In June, Streetsblog Chicago ran an op-ed asking the Chicago Transit Authority to stop acting as if it hadn’t cut service due to staffing shortages, and instead adjust its schedules and Bus and Train Tracker apps to make them align with reality. “It’s time for the agency to take a pragmatic approach to its labor challenges, and be realistic and transparent about how just much service it can actually provide… It must change its published timetables so that ‘scheduled service’ and actual bus and train runs begin to at least remotely resemble each other.”
During CTA president Dorval R. Carter Jr.’s speech today at a City Club of Chicago event, he made it clear that the transit agency got the message, not just from us, but from everyone else in Chicago who’s fed up with unreliable and unpredictable service. According to Carter, a survey of thousands of current and former CTA riders found that their biggest areas of concern with the system included “wait times for bus” and “accuracy of trackers.”
Carter unveiled a new action plan for improving service, safety, and customer experience as the system recovers from its COVID-19 ridership slump, titled “Meeting the Moment: Transforming CTA’s Post-Pandemic Future.” Two of the five pillars of the report are “Deliver reliable and consistent service” and “Upgrade digital tools to improve rider communication.” In his talk, Carter indicated that the transit agency plans to do pretty much what Streetsblog and other asked it to do.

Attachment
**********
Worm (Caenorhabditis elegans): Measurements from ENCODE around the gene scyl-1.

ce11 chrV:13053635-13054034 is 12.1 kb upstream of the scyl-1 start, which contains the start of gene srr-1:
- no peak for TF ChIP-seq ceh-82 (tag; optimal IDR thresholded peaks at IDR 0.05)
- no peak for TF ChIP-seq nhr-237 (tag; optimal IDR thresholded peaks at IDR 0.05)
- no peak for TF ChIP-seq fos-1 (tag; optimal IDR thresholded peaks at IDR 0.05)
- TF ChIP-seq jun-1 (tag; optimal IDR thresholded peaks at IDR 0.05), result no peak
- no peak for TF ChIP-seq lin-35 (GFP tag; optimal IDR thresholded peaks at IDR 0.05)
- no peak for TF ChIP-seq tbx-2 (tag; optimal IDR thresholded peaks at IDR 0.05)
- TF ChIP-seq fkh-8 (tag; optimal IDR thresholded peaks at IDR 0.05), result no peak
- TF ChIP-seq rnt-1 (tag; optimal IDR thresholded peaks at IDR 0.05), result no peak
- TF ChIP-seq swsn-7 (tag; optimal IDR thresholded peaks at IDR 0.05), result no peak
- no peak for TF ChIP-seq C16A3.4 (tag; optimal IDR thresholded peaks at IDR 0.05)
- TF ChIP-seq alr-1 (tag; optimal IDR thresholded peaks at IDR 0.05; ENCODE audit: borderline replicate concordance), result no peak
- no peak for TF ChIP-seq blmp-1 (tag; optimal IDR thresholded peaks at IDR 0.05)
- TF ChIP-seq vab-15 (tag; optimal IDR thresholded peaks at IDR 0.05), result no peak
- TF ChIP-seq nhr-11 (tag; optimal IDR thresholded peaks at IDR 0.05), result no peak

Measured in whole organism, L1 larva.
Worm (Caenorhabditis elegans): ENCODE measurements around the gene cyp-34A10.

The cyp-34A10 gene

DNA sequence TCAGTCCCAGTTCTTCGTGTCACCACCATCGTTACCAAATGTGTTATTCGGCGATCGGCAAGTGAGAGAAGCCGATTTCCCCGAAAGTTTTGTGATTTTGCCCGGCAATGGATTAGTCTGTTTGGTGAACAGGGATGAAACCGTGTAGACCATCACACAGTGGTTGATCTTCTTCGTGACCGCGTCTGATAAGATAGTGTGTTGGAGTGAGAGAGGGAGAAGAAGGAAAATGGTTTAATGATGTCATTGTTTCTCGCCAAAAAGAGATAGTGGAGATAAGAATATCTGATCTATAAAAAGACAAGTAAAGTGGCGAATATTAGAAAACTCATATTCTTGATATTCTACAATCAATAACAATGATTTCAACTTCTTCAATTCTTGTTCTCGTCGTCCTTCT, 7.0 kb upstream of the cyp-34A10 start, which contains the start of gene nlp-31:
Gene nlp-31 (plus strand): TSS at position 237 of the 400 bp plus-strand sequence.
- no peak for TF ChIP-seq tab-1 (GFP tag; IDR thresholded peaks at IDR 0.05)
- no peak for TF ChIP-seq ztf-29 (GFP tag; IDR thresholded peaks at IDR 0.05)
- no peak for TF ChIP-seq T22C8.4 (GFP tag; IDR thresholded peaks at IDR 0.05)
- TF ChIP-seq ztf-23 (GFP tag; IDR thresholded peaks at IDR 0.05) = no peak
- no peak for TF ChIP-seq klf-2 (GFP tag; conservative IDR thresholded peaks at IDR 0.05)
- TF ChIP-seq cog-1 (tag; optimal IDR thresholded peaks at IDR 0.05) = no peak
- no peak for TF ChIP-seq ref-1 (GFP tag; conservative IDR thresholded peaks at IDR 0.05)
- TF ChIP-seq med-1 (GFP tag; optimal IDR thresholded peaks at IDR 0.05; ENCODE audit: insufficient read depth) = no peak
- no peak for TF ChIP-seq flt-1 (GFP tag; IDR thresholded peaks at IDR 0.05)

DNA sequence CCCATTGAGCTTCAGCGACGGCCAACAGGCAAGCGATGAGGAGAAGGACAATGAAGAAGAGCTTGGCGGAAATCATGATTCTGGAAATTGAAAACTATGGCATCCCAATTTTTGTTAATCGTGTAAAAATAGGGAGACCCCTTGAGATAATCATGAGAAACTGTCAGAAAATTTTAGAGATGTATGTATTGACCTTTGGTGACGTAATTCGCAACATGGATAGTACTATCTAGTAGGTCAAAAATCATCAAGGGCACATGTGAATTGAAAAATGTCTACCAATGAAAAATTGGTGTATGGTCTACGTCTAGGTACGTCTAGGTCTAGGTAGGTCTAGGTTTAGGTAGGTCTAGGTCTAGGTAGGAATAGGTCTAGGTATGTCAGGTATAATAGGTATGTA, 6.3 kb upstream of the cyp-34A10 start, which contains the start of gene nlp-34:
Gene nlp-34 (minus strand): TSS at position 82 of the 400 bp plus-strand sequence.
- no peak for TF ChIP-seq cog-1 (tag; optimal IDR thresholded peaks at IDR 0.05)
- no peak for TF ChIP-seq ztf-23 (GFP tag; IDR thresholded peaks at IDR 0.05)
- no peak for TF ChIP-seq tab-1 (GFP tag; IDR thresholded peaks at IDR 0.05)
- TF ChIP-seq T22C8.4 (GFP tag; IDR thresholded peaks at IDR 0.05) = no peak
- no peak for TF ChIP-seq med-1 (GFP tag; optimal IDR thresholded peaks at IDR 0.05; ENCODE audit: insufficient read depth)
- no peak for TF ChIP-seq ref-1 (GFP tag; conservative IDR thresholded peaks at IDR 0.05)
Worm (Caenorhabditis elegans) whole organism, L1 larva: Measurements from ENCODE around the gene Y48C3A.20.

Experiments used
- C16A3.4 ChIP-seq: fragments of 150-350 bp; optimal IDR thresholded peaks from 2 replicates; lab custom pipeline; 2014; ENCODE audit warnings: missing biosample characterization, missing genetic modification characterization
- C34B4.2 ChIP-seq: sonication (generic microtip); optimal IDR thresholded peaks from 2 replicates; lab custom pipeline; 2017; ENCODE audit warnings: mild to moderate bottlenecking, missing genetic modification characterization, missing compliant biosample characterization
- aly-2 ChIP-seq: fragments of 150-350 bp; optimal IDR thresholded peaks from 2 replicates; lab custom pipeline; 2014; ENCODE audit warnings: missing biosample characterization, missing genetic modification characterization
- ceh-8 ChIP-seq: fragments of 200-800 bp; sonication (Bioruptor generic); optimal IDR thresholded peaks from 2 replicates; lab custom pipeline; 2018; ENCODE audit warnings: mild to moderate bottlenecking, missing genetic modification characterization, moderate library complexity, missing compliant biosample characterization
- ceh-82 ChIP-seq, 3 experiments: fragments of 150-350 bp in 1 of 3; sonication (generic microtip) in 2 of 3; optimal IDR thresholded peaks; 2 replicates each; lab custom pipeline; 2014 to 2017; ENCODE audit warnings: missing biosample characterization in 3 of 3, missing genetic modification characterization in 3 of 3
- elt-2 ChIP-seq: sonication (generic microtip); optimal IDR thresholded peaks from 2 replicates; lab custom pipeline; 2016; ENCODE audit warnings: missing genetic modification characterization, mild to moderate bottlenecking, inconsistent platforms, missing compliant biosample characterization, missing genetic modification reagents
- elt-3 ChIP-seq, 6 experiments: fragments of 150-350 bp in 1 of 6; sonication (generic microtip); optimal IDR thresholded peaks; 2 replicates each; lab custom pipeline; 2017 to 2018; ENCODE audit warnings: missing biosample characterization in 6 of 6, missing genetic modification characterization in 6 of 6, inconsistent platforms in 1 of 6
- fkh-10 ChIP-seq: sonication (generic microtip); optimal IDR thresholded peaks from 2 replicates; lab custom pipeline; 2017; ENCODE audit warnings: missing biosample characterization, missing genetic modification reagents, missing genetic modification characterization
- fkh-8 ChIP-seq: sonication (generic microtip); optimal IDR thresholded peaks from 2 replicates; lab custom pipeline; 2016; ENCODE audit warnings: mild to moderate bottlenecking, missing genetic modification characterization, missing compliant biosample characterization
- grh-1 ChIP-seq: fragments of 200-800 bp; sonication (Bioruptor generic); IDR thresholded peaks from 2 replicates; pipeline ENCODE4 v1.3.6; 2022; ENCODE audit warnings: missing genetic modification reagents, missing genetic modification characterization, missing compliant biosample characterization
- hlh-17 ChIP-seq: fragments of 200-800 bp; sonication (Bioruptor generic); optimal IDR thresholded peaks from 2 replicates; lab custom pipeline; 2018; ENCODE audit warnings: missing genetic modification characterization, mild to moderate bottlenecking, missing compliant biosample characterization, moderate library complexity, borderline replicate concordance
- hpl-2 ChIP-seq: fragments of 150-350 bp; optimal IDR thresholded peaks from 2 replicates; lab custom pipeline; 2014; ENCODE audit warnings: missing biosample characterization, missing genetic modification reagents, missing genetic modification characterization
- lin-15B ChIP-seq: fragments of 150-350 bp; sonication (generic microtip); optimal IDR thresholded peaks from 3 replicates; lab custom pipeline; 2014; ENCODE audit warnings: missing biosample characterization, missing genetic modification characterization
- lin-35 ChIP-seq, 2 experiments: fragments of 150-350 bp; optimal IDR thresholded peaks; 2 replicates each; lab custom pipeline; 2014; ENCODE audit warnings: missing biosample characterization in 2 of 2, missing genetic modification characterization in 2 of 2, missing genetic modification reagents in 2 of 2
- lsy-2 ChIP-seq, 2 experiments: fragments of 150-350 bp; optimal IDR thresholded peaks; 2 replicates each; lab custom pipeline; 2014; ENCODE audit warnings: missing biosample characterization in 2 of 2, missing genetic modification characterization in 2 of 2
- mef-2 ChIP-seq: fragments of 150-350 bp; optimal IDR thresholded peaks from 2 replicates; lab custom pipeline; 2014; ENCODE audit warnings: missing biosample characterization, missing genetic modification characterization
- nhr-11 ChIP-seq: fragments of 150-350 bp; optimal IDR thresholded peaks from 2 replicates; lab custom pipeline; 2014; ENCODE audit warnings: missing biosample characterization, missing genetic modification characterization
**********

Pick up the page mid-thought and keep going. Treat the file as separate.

Today’s speech didn’t begin promisingly, as Carter repeated Mayor Lori Lightfoot’s and the CTA’s oft-repeated, extremely misleading party line that, despite a 70 percent slump in ridership during the 2020 Stay at Home period, “We did not reduce our normally scheduled bus and rail service.” The word “scheduled” is doing the heavy lifting in that sentence. While it’s true the agency didn’t change its scheduled service, the amount of service that it actually provided dropped significantly. For example, one data analysis from earlier this year found that only about half of scheduled Blue Line runs were actually materializing.
But Carter was honest about that fact that, largely due to COVID-related absenteeism, worker attrition, and hiring challenges that are impacting many different fields, especially the transportation sector, during the Great Resignation, “Our service is not meeting our high expectations for reliability and wait times.”